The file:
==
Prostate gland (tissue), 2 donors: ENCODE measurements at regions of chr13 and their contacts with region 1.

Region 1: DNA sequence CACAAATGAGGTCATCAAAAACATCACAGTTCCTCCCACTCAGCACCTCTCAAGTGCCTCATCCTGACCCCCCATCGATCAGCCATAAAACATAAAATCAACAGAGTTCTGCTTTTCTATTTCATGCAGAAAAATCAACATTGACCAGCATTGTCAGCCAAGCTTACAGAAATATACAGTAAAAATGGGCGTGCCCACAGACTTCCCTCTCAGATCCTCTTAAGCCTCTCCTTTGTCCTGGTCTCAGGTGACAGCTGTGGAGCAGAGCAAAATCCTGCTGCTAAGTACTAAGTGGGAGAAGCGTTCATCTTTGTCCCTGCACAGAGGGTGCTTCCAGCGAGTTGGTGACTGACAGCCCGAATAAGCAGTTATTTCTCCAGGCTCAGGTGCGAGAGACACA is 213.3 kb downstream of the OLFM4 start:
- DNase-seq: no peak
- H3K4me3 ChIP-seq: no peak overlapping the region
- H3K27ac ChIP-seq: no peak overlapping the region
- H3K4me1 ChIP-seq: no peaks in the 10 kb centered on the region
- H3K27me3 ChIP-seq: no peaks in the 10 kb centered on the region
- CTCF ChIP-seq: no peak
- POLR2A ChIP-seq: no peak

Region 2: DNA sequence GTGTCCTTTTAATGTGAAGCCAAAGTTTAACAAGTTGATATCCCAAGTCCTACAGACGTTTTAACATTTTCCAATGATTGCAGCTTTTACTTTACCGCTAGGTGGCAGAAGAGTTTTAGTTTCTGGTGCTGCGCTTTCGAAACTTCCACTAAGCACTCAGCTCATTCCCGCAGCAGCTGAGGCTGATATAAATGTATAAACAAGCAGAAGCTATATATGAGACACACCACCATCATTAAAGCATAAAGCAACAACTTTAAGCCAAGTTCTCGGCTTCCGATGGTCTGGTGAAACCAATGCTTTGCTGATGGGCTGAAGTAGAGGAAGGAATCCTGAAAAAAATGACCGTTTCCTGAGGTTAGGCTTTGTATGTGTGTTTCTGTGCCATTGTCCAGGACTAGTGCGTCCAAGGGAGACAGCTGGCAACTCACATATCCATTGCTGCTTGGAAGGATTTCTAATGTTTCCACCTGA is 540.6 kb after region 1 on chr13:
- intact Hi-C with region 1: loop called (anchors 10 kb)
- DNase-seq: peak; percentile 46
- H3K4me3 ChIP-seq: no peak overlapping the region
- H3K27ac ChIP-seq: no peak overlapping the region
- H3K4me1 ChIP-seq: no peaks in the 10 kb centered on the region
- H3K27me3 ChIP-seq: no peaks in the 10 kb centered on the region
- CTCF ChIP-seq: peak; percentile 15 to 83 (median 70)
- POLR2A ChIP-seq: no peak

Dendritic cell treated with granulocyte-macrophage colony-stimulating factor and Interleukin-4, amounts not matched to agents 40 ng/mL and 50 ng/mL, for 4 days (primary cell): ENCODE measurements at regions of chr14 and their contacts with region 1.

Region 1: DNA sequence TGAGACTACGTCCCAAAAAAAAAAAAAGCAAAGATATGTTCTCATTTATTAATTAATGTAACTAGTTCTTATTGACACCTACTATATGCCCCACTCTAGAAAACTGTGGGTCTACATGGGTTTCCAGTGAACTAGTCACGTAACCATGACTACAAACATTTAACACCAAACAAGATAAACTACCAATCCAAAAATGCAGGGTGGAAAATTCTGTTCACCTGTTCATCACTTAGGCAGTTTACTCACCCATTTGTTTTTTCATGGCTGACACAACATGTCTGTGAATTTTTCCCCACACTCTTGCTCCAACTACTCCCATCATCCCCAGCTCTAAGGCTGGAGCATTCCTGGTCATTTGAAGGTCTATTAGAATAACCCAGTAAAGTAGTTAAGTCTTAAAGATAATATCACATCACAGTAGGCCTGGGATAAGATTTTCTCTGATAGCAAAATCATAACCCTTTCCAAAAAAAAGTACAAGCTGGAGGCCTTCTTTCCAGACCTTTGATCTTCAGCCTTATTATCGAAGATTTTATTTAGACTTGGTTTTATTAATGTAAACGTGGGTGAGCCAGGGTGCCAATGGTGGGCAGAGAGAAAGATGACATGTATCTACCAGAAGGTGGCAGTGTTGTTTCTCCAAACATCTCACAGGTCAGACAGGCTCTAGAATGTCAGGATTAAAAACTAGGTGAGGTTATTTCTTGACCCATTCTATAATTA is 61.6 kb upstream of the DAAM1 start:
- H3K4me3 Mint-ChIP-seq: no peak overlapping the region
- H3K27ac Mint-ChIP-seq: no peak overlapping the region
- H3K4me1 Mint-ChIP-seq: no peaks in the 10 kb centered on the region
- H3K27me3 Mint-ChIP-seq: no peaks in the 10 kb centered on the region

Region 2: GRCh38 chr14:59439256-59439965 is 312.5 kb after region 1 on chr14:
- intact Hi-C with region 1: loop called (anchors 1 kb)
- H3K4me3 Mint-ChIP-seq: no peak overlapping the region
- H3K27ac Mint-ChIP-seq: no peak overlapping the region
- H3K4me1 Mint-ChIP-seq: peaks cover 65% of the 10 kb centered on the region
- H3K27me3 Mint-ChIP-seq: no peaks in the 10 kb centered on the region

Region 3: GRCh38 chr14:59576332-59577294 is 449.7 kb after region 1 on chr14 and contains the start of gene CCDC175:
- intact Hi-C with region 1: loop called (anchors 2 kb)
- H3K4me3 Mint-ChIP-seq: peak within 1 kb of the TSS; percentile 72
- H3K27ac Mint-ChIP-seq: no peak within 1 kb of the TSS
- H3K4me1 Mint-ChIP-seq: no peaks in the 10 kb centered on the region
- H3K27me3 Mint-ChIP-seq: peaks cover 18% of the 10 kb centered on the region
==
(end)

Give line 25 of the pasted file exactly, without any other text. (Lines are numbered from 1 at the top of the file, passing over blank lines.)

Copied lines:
Region 2: GRCh38 chr14:59439256-59439965 is 312.5 kb after region 1 on chr14: